The USDA’s Genetically Modified Dilemma

Environmental Organizations Sue the USDA for its Approval of Genetically Engineered Alfalfa
The U.S. Department of Agriculture was recently back in the courts defending its favorite biotech company, Monsanto. Last month, a coalition of farmers and food safety groups sued the agriculture department for approving genetically engineered (GE) alfalfa without first adequately analyzing the biotech crop’s environmental impacts, or the law regulating GE crops, the Plant Protection Act. The crop, known as “Roundup Ready” alfalfa and made by Monsanto, is engineered to resist the herbicide glyphosate, the active ingredient in Monsanto’s Roundup weed-killing mixture.

One of the biggest problems with approving GE alfalfa for mass use (and there are many problems to pick from) is that, according to the USDA’s own data, farmers currently don’t use herbicides to successfully grow most alfalfa. That means that if GE alfalfa is widely grown, up to 23 million more pounds of unnecessary, toxic herbicides will be released into the environment each year, according to the agency’s own studies. Another problem is that the crop will inevitably contaminate organic alfalfa, which is fed to the organic dairy industry’s cows.

This isn’t the first time the Department of Agriculture has gotten into trouble for carelessly approving genetically engineered crops. In fact, it’s not even the first time that it’s been sued for approving GE alfalfa. In 2007, the Center for Food Safety (CFS) brought a lawsuit against the department for approving the biotech crop without first examining its environmental risks. As a result, the court ordered the USDA to study its environmental impacts, a first for the agency, which has approved GE crops without assessing their impacts for the past 15 years. During the study, GE alfalfa remained unlawful to plant or sell, a ban that remained in place despite Monsanto appealing the case all the way to the U.S. Supreme Court.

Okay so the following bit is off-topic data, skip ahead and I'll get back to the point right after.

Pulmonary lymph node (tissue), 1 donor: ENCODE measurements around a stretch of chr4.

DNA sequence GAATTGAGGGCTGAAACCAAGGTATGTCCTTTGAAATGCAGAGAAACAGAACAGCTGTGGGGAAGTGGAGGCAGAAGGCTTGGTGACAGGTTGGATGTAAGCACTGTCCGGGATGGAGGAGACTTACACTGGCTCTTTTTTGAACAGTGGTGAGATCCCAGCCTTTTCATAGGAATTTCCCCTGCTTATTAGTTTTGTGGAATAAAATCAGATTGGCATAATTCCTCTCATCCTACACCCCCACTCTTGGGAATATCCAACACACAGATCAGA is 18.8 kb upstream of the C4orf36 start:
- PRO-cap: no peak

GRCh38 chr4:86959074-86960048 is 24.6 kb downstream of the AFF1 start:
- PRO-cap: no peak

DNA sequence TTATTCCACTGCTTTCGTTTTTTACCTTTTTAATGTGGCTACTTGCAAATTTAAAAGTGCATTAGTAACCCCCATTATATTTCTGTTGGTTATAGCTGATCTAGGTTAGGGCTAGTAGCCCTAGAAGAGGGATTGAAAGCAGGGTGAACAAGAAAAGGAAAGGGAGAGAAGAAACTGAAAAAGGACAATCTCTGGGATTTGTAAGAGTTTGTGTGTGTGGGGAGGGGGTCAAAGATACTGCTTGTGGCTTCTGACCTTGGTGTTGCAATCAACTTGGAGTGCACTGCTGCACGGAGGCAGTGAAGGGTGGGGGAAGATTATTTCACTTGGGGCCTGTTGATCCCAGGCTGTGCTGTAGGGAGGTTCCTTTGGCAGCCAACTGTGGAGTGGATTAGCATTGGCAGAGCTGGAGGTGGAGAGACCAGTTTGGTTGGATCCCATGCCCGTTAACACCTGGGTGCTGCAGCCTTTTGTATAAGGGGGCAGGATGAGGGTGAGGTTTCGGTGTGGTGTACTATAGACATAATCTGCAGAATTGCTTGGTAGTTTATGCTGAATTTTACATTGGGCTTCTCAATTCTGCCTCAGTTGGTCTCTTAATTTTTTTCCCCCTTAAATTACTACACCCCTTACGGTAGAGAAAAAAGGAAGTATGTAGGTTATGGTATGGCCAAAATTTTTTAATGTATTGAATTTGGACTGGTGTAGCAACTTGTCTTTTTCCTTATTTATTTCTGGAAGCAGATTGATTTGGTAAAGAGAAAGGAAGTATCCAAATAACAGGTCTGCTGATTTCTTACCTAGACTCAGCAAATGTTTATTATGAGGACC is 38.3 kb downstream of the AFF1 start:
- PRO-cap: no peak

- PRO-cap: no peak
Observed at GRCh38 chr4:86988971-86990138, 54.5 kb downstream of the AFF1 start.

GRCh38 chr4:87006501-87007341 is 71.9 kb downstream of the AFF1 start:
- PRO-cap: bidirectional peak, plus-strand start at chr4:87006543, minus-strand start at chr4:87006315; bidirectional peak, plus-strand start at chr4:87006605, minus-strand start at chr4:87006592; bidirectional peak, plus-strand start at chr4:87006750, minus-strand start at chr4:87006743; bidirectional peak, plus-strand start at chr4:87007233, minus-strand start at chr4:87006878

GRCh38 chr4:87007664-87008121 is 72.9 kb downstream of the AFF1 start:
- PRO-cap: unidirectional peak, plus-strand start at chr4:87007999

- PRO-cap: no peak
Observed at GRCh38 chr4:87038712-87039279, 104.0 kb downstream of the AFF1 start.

Despite the concerns that have been raised over GE crops, including the contamination of conventional and organic alfalfa, the evolution of herbicide-resistant superweeds, and increased herbicide use, in 2011 the USDA once again approved the biotech crop for commercial use, much to the chagrin of organic and conventional farmers and environmental groups. As part of its overall work in challenging the USDA’s commercialization of herbicide-tolerant crops, Earthjustice, together with CFS and a coalition of farmers, is challenging the recent USDA decision, arguing that it violates the National Environmental Policy Act and other laws.

“We expect Monsanto to force-feed people genetically engineered crops—that’s its business model,” said Earthjustice attorney Paul Achitoff, who is co-counsel on the case. “We hoped for better from the USDA, which has much broader responsibilities.”

In the meantime, Monsanto is finding itself in hot water over its GE crops. A group of farmers and seed dealers recently sued the seed company to invalidate Monsanto’s patents in an effort to keep Monsanto from suing them in the event that their seeds are contaminated by the company’s GE crops, and a new study found that genetically modified crops appear to leave trace insecticides in the bloodstreams of those who eat them.